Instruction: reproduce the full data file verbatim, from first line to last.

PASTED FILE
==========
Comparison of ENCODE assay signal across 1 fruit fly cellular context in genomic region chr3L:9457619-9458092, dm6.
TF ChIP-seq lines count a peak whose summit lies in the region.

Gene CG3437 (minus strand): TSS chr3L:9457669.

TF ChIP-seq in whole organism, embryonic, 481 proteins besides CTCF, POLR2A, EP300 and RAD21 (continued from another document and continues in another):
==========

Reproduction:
Comparison of ENCODE assay signal across 1 fruit fly cellular context in genomic region chr3L:9457619-9458092, dm6.
TF ChIP-seq lines count a peak whose summit lies in the region.

Gene CG3437 (minus strand): TSS chr3L:9457669.

TF ChIP-seq in whole organism, embryonic, 481 proteins besides CTCF, POLR2A, EP300 and RAD21 (continued from another document and continues in another):